Feature Selection with PySpark

This past week I was doing my first machine learning project for Layla AI’s PySpark for Data Scientist course on Udemy. While in the first lessons for classification, the accuracy scores for the models had stellar results, when using the same data cleaning, normalization, and scaling, the accuracy for these models was absolutely dismal.

Whenever I did machine learning projects with scikit-learn in Python, I would do the feature selection and polynomial transformations in a more hands-on manner, that is whenever I wasn’t doing an NLP projects. In some cases for Big Data projects, you might be working with 7,000 features. Fortunately, Spark comes with built in feature selection tools.

In most pipelines, feature selection should occur just before the modeling stage, after ETL, handling imbalance, preprocessing, and importantly, the train-test split. I will be covering the three types of feature selection found in the Spark documentation.


Perhaps the most straightforward of the three methods discussed here, VectorSlicer takes your features array and creates a subarray from selected indices. Depending on the results of your initial examination of your data, you may find that only certain columns contain meaningful information. For example, for a classification problem of medieval art and artifacts involving the entirety of the Metropolitan Museum of art’s entire collection, the artist column may be empty since most artifacts had no attribution and would probably cause unnecessary labor for your model algorithm; in this case, you may want to use a VectorSlice to not include the index position of the art column.

from pyspark.ml.feature import VectorSlicervs= VectorSlicer(inputCol= “features”, outputCol=”sliced”, indices=[1,4])output= vs.transform(df)output.select(‘userFeatures’, ‘features’).show()

If your dataframe has an AttributeGroup, You can also use the names parameter to specify feature names.


For those who like to create feature interactions to make novel features, this would be the approach for you. As the name suggests, you use an R style formula to engineer new features

Since my knowledge of R is limited to using the formula whenever I import the OLS library, I had to learn what each symbol meant:

· ~ is what separates the target from the features. Think of it as your equals sign.

· + means to concatenate terms. If you use “+0”, this will remove the intercept.

· — removes a term, “- 1” will remove the intercept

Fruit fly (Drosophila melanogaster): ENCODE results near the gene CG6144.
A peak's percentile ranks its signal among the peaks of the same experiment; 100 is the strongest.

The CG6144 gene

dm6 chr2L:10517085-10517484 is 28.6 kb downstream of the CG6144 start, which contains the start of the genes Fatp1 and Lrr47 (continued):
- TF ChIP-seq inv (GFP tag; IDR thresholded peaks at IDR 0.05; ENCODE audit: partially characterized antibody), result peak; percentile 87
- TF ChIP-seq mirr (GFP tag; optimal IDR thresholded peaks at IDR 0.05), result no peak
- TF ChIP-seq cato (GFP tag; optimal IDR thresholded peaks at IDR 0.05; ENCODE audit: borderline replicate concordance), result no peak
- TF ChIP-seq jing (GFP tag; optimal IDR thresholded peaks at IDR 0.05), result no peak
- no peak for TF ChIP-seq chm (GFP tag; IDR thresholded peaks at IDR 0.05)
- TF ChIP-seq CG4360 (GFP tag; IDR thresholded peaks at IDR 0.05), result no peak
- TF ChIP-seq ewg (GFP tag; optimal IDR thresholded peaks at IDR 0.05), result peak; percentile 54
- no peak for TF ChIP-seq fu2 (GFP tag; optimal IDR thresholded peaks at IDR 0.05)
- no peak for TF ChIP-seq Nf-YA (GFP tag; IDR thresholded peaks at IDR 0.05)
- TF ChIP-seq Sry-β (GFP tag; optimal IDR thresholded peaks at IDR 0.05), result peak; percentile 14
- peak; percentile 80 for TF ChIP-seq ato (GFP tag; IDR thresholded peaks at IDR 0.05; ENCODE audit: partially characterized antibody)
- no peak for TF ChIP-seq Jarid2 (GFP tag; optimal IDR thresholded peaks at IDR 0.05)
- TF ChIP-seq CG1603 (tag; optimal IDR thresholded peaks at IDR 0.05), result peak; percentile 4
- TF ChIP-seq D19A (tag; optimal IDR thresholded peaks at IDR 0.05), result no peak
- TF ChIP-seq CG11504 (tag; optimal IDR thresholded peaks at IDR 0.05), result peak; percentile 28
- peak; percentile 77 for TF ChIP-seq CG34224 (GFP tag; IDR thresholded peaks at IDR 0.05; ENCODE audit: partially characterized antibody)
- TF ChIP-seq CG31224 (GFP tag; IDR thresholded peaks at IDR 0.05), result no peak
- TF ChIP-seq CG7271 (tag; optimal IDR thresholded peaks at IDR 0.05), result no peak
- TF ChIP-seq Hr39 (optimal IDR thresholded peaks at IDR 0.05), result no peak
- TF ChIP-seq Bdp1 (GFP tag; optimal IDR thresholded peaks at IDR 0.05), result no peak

· : interaction will allow you to create interactions between columns. i.e. y~ a+ b + a:b will correspond to y= w0+w1*a+w2*b +w3*a*b, where the w’s are coefficients

Because R formulas use feature names and outputs a feature array, you would do this before you creating your feature array. Here’s what the code would look like :

from pyspark.ml.feature import RFormulaformula=RFormula(formula= “clicked ~ country+ hour”, featuresCol= “features”, labelCol= “label”)output = formula.fit(dataset).transform(dataset)output.select(“features”, “label”).show()


This is the approach that I went with in my initial problem. It uses ChiSquare to yield the features with the most predictive power. The first of the five selection methods are numTopFeatures, which tells the algorithm the number of features you want. Second is Percentile, which yields top the features in a selected percent of the features. Third, fpr which chooses all features whose p-value are below a inputted threshold. Fourth, fdr uses the Benjamini-Hochberg procedure whose false discovery rate is below a threshold. And lastly, fwe chooses all p-values below threshold using a scale according to the number features.

from pyspark.ml.feature import ChiSqSelectorselector=ChiSqSelector(percentile=0.9, featuresCol=”features”, outputCol=’selectedFeatures’, labelCol= “label”)model=selector.fit(train)
result = model.transform(train)
train =result.select('label','selectedFeatures').withColumnRenamed('selectedFeatures', 'features')
test=new_test.select('label','selectedFeatures').withColumnRenamed('selectedFeatures', 'features')

Feature selection can be nearly impossible manually when handling dataframes with thousands of features. Mastering these techniques are vital to modeling with Big Data.




Data Scientist and Writer, passionate about language

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